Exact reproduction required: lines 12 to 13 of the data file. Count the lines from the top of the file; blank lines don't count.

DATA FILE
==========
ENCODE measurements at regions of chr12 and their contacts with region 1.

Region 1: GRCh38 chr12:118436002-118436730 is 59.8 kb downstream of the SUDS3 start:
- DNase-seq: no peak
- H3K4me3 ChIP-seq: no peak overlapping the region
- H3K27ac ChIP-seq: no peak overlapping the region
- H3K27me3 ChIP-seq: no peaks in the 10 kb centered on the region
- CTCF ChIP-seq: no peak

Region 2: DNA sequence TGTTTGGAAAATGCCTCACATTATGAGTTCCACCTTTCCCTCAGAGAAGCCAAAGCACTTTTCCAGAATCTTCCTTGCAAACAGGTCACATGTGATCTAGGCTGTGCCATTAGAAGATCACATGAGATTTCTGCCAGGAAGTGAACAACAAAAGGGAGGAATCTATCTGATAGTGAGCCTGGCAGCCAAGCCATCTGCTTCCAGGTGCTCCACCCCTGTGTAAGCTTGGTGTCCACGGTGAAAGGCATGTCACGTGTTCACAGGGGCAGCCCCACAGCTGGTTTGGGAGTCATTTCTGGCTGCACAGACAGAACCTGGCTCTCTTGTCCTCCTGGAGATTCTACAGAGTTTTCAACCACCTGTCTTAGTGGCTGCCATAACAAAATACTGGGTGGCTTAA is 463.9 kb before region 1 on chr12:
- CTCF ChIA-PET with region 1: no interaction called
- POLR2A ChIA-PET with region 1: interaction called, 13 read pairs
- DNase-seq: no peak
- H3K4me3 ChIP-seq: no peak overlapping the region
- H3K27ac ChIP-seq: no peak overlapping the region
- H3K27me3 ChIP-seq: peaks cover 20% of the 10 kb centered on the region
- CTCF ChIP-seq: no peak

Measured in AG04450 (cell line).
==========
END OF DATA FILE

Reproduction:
- H3K4me3 ChIP-seq: no peak overlapping the region
- H3K27ac ChIP-seq: no peak overlapping the region